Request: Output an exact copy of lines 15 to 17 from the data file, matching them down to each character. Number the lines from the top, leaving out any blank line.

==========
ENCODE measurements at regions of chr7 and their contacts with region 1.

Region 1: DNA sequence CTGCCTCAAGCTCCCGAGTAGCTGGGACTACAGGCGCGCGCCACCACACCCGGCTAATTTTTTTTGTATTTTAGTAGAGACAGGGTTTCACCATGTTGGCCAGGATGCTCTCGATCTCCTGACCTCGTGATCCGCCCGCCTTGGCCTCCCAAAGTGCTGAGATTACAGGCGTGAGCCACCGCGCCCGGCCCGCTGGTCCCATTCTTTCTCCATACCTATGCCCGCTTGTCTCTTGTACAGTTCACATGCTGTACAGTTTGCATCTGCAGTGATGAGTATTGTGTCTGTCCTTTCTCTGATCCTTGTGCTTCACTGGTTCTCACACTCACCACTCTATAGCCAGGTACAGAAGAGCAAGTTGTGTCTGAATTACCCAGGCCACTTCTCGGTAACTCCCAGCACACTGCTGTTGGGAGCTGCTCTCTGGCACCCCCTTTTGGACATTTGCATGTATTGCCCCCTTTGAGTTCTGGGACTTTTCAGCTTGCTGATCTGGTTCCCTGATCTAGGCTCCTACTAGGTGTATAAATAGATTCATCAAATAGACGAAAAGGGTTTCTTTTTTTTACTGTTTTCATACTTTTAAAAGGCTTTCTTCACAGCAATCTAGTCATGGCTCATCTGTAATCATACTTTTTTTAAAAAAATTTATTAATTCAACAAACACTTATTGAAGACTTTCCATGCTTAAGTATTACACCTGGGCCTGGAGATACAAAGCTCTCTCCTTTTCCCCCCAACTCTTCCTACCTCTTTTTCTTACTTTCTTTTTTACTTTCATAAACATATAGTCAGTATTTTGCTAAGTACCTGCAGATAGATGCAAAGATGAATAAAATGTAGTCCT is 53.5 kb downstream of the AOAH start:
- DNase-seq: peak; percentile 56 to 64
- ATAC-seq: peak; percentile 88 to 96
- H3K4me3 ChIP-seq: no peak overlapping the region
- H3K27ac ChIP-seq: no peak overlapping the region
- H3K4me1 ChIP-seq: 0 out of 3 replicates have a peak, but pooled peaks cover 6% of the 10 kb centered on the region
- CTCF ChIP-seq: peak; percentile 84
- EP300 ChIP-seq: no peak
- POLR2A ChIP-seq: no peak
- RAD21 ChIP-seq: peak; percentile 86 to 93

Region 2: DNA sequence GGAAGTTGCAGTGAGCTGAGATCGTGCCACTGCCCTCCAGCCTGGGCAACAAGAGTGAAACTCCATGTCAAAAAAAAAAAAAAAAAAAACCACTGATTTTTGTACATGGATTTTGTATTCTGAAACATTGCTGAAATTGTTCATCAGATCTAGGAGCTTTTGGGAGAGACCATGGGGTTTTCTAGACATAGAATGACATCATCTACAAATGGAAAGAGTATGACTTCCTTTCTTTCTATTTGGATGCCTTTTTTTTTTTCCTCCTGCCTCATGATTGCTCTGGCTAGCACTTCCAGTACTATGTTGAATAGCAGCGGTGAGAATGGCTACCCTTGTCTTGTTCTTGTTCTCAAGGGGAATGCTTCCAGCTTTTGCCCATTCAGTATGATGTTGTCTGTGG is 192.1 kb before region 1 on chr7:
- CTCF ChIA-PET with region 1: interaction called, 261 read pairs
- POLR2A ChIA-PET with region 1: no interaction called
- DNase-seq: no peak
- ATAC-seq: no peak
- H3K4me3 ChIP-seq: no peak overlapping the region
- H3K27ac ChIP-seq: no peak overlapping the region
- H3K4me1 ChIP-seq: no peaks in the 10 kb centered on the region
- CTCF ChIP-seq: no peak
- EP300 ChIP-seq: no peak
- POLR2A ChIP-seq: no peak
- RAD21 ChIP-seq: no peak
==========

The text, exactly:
- DNase-seq: no peak
- ATAC-seq: no peak
- H3K4me3 ChIP-seq: no peak overlapping the region